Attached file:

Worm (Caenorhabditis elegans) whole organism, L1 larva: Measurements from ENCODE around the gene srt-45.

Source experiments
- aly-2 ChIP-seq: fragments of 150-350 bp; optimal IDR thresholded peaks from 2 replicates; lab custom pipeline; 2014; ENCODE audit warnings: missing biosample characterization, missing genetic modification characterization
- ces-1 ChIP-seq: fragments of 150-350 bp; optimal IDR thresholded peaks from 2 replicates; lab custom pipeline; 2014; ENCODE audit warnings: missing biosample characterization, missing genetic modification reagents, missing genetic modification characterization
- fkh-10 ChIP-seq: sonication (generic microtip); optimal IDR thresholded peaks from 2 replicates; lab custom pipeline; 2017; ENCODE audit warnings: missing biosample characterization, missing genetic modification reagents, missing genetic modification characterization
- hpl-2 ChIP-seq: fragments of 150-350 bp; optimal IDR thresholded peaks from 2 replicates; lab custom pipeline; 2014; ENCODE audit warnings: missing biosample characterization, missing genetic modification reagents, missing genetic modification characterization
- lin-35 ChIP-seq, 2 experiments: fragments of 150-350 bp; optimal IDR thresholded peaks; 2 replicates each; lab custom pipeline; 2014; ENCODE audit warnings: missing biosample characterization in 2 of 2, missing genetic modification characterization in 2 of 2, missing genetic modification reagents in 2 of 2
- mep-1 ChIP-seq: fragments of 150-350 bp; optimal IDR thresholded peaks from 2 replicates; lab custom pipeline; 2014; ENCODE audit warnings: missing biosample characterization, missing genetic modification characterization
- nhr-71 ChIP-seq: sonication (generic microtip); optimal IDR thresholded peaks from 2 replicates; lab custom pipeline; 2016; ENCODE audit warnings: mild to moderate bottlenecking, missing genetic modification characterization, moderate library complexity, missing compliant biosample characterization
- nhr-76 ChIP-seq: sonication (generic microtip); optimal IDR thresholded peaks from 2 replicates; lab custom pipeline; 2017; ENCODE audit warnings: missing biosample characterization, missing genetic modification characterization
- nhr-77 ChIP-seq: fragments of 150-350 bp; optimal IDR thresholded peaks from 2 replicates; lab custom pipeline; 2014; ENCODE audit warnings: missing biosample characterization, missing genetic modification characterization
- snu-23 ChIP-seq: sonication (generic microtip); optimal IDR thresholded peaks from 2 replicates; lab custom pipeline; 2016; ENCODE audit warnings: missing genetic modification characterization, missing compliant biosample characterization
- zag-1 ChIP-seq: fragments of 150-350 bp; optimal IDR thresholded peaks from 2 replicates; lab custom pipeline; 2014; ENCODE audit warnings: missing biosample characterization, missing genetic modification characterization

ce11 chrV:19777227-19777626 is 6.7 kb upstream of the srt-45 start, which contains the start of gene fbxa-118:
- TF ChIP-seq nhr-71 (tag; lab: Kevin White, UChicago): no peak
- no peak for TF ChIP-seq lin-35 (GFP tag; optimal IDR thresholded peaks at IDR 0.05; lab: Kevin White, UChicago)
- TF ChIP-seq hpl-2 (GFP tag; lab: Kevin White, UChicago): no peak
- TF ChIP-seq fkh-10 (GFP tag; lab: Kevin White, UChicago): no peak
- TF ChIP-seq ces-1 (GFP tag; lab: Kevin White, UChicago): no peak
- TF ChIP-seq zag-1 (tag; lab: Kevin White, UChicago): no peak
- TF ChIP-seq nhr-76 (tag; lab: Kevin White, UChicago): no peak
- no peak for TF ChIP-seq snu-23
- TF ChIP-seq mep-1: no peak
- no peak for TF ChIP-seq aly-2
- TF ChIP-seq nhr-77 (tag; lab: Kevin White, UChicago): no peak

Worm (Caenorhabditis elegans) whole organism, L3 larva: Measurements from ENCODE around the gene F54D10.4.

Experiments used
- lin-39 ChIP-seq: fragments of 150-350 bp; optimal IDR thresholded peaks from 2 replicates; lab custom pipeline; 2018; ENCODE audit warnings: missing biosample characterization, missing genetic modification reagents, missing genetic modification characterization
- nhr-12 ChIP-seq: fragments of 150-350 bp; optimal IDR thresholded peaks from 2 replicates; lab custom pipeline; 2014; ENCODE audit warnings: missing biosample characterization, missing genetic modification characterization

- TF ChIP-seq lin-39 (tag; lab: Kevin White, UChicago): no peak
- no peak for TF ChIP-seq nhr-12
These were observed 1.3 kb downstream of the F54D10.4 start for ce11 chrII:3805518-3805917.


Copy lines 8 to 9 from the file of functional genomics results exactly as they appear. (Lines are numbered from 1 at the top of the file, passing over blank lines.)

- mep-1 ChIP-seq: fragments of 150-350 bp; optimal IDR thresholded peaks from 2 replicates; lab custom pipeline; 2014; ENCODE audit warnings: missing biosample characterization, missing genetic modification characterization
- nhr-71 ChIP-seq: sonication (generic microtip); optimal IDR thresholded peaks from 2 replicates; lab custom pipeline; 2016; ENCODE audit warnings: mild to moderate bottlenecking, missing genetic modification characterization, moderate library complexity, missing compliant biosample characterization